"Nano-Mechanics and Phonon Transport in Bio-Inspired and Engineering Functional Materials"
Department of Mechanical Engineering
Materials Science & Engineering Program
FAMU-FSU College of Engineering
Florida State University
Bio-inspired materials, such as synthetic spider silk fibers, are promising mechanical building blocks for functional materials in biomedical applications. These robust and bio-compatible artificial fibers hold great potentials for wound sutures, artificial nerve guides, and tissue regeneration. I will present meso-scale dissipative particle dynamics (DPD) simulation of shear flow-assisted self-assembly of synthetic polypeptides (a multi-block copolymer) to produce artificial spider silk fibers. We find that intermediate hydrophobic to hydrophilic block ratios observed in natural spider silks and longer chain lengths lead to outstanding silk fiber formation. This design by nature is based on the optimal combination of protein solubility, self-assembled aggregate size, and polymer network topology, all features controlled at the nanoscale. The original homogeneous network structure becomes heterogeneous after spinning, enhancing the anisotropic network connectivity along the shear flow direction. Extending beyond the classical polymer theory, with insights from the percolation network model, we illustrate the direct proportionality between network conductance and fiber stiffness.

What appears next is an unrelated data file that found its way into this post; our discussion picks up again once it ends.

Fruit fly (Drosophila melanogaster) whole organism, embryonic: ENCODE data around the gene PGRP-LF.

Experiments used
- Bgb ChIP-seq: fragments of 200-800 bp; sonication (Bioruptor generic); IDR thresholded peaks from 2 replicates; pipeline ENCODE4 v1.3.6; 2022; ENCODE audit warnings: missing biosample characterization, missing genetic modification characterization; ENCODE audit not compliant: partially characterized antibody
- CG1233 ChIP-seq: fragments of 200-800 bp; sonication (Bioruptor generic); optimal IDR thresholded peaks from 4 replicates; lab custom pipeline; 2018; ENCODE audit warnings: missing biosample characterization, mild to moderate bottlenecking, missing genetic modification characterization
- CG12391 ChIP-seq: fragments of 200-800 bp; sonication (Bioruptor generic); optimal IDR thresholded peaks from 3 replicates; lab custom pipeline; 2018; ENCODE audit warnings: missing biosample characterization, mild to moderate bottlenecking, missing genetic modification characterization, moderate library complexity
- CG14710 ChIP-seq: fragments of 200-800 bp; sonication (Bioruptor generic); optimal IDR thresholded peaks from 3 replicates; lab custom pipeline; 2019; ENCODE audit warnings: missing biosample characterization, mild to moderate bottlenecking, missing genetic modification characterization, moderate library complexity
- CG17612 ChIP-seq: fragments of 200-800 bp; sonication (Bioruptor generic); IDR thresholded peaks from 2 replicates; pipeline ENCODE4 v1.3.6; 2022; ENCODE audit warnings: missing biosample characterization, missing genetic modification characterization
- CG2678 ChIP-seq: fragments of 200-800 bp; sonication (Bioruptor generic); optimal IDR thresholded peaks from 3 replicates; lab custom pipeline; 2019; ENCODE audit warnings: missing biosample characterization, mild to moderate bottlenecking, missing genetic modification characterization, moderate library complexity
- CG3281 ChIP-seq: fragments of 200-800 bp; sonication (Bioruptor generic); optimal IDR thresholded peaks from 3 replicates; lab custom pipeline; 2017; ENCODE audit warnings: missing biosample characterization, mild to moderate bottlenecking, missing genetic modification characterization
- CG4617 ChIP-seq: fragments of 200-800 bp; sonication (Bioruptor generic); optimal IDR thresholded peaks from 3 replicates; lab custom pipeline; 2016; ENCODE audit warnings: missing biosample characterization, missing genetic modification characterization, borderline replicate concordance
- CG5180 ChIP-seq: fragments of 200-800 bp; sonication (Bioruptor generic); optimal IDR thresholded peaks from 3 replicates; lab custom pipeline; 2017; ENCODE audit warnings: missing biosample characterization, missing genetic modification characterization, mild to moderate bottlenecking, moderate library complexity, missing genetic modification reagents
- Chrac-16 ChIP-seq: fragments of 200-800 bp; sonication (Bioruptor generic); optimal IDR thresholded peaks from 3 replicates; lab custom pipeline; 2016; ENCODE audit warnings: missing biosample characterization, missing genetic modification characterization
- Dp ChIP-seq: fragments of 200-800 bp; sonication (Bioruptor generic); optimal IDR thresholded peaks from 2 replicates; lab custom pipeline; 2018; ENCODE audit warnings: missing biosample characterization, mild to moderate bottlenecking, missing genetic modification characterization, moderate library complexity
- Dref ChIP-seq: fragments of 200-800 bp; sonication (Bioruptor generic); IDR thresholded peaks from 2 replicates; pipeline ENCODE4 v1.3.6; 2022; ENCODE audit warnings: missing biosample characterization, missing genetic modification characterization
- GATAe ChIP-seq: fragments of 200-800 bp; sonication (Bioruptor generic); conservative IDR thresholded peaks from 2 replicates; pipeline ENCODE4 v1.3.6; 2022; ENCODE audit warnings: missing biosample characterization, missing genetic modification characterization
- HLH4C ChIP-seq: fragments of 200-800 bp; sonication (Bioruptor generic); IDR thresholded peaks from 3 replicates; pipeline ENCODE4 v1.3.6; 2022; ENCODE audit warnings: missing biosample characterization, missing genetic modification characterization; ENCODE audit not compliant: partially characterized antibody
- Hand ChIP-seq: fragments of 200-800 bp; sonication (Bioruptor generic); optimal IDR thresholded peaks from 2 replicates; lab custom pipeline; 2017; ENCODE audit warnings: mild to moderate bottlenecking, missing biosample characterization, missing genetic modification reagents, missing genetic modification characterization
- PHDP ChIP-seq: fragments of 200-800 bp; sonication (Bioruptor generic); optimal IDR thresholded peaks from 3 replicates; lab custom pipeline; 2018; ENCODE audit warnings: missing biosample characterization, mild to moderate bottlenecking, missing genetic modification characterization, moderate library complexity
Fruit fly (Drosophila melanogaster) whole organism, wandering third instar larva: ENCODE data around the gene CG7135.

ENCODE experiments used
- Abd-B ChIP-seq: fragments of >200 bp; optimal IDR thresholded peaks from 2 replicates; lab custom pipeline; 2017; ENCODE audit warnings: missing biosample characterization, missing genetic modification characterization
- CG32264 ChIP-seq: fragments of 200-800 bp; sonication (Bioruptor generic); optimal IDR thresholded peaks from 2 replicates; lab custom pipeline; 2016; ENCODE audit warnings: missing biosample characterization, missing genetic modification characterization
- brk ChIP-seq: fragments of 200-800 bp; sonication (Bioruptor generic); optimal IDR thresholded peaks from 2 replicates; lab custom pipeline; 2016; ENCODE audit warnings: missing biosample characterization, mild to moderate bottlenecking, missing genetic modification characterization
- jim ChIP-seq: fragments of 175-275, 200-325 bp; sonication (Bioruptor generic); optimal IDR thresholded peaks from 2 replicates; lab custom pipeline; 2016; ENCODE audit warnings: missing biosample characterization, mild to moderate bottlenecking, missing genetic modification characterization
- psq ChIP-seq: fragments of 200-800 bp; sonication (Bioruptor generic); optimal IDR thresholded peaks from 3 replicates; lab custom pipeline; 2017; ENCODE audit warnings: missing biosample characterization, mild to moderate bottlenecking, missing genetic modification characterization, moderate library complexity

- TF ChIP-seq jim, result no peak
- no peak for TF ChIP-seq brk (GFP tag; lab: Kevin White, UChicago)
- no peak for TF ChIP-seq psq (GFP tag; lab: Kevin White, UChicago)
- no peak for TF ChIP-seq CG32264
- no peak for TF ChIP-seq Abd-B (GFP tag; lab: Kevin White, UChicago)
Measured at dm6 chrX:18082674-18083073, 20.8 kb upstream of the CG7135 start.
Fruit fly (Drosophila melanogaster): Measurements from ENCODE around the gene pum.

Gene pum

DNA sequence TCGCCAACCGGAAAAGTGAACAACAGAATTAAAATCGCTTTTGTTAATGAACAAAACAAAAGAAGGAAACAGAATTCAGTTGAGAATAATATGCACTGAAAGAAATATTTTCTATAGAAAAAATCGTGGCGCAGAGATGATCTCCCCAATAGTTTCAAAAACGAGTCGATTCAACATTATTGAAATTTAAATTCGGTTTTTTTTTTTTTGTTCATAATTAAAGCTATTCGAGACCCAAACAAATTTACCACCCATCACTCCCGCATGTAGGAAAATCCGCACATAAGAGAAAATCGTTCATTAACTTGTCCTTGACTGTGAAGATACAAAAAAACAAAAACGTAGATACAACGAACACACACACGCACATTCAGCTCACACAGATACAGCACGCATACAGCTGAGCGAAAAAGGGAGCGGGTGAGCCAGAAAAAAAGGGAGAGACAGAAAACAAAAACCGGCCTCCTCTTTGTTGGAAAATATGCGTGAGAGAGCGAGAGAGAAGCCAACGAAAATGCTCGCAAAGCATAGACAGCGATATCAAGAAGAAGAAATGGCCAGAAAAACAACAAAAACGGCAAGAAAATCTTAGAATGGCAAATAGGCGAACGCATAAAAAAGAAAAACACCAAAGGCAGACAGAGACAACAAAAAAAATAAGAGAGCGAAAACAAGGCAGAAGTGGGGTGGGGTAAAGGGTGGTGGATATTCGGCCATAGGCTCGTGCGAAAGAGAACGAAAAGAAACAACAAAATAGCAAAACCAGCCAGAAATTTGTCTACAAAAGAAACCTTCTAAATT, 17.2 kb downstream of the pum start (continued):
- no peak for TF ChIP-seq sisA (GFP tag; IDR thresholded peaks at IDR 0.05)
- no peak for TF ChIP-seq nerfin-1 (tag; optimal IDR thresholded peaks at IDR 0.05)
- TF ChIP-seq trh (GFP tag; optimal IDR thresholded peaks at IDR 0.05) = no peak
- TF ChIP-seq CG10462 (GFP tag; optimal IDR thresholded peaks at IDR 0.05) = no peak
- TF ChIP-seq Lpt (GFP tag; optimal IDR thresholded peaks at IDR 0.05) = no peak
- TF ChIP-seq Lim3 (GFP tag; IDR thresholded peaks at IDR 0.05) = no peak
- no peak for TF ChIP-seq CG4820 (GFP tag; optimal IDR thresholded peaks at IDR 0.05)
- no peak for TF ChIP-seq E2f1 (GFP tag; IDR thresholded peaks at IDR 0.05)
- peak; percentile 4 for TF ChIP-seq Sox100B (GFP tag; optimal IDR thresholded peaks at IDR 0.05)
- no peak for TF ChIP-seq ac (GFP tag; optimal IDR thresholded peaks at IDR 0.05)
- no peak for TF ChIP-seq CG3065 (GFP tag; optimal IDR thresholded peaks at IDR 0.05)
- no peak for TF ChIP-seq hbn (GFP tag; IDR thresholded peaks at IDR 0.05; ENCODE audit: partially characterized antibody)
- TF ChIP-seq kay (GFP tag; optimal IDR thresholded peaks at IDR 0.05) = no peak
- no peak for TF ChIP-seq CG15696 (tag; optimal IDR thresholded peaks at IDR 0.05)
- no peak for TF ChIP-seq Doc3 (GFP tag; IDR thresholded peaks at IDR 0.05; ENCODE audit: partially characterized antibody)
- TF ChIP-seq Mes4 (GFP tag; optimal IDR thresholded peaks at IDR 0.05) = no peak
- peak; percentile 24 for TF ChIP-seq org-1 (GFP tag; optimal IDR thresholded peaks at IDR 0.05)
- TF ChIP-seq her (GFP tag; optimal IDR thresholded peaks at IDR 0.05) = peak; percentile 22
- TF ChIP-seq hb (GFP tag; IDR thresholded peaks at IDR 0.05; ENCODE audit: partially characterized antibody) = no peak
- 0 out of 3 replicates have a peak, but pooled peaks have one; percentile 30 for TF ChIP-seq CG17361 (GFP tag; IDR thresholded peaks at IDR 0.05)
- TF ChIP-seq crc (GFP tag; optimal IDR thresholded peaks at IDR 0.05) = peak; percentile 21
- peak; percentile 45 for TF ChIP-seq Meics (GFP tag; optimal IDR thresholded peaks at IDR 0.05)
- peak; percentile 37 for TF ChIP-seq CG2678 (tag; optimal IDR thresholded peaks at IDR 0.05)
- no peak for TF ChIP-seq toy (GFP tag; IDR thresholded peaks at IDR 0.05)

On the other hand, solid-state phonon transport in nano- and engineering functional materials are very important in their energy-related applications, such as thermal management and thermoelectric energy conversion. I will present all-atomistic molecular dynamics (MD) simulations for predicting phonon transport properties of one-dimensional carbon-chains (carbyne and cumulene) and hybrid organic-inorganic perovskites. We discovered ultrahigh thermal conductivities for carbyne and cumulene, much higher than that for graphene, attributed to high phonon energies and group velocities, and reduced scattering from non-overlapped acoustic and optical phonon modes. This makes them ideal material candidates in thermal management and heat removal for electronic devices. For hybrid perovskites, we found ultralow and anisotropic thermal conductivity, attributed to small phonon group velocities, short phonon lifetimes from highly-overlapped branches, and preferential orientations of organic cations. This could lead to potential applications in efficient thermoelectric energy conversion, while care must be taken to actively manage heat flow in their devices (solar cells and light-emitting diodes).